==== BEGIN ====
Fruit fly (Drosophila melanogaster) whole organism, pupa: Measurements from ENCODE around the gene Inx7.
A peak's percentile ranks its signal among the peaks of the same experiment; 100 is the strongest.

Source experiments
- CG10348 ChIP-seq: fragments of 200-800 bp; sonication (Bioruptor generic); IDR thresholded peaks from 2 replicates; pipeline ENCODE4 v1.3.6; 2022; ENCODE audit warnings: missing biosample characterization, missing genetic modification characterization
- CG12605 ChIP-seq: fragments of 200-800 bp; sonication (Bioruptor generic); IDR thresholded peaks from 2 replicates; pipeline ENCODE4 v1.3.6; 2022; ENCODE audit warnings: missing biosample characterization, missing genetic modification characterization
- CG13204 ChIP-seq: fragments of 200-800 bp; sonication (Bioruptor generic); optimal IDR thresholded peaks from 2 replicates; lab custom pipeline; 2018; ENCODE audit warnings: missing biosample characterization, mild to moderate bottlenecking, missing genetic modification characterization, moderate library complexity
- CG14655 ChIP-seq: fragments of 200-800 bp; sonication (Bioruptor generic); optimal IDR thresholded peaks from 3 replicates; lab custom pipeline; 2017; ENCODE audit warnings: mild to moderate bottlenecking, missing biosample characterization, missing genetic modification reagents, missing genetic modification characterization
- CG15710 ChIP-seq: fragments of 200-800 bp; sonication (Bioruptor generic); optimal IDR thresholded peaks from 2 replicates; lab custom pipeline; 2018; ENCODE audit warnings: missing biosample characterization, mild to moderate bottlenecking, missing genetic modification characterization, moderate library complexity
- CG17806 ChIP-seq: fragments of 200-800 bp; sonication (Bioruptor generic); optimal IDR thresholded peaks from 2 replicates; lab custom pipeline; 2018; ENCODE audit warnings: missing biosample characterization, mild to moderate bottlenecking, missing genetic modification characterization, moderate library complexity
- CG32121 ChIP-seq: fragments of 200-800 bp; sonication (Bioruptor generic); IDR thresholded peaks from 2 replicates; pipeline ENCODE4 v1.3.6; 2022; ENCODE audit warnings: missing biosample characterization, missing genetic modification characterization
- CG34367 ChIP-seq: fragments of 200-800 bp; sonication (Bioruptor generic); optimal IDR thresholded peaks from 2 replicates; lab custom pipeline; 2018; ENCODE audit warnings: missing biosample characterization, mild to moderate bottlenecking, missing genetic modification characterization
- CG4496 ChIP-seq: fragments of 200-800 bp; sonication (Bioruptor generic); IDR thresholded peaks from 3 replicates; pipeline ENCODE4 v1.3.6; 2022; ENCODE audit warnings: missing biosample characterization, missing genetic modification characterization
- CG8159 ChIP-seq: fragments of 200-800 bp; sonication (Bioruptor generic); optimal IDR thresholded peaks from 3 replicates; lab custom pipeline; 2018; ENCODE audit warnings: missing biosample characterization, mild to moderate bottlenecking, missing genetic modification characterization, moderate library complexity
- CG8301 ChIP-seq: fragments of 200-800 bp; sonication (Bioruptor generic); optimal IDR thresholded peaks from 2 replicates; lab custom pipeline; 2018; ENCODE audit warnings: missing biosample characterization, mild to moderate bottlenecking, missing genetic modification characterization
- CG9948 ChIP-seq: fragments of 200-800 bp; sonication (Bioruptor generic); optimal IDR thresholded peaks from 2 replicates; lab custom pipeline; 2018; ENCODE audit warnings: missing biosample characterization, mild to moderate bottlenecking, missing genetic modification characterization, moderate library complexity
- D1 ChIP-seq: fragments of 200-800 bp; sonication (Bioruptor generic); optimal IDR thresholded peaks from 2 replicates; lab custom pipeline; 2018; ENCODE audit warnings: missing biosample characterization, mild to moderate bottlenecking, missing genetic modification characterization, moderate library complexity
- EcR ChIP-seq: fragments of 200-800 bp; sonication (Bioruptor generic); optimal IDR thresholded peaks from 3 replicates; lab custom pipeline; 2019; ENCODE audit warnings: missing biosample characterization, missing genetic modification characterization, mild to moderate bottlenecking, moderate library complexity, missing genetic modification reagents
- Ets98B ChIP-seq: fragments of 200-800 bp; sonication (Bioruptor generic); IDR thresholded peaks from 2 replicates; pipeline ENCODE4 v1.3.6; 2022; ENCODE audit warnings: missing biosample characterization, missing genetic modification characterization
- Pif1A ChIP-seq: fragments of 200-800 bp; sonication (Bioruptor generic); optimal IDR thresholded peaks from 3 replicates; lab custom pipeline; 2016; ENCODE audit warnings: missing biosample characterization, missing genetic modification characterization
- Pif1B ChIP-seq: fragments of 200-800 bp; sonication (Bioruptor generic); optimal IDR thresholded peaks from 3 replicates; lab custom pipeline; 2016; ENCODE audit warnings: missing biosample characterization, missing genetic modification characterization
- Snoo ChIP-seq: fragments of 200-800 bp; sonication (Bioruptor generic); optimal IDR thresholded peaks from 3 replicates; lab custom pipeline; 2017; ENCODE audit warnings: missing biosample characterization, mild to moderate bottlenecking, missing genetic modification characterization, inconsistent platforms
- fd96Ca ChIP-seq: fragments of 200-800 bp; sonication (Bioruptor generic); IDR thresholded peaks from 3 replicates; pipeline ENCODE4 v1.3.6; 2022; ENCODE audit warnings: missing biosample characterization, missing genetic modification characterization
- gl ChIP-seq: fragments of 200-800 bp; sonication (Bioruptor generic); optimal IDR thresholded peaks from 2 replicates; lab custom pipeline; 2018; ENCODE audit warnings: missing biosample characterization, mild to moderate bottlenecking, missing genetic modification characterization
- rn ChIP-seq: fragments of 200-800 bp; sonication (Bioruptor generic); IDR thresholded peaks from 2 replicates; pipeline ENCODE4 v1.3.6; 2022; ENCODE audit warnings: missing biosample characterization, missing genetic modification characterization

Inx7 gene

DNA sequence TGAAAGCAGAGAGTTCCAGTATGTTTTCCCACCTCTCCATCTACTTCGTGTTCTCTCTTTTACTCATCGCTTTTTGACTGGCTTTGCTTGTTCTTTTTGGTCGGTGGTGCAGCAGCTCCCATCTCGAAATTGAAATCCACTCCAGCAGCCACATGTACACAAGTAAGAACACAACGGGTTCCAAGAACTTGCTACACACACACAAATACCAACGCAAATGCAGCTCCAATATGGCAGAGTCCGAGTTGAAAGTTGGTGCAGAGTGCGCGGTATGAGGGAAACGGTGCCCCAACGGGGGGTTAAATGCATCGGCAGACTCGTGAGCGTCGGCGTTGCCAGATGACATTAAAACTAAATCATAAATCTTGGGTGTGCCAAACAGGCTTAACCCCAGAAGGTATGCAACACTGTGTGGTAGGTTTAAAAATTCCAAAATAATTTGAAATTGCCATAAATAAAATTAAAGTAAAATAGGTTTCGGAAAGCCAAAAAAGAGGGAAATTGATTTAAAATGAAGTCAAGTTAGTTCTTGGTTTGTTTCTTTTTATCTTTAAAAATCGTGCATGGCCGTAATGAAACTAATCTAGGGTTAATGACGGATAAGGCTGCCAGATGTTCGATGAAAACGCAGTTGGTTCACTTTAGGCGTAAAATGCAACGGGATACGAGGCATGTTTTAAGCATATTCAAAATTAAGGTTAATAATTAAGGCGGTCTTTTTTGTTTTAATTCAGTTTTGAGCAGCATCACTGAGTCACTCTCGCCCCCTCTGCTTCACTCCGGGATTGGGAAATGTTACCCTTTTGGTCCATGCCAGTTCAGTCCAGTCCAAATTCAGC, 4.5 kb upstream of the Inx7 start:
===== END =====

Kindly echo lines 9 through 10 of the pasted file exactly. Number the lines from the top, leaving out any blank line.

- CG17806 ChIP-seq: fragments of 200-800 bp; sonication (Bioruptor generic); optimal IDR thresholded peaks from 2 replicates; lab custom pipeline; 2018; ENCODE audit warnings: missing biosample characterization, mild to moderate bottlenecking, missing genetic modification characterization, moderate library complexity
- CG32121 ChIP-seq: fragments of 200-800 bp; sonication (Bioruptor generic); IDR thresholded peaks from 2 replicates; pipeline ENCODE4 v1.3.6; 2022; ENCODE audit warnings: missing biosample characterization, missing genetic modification characterization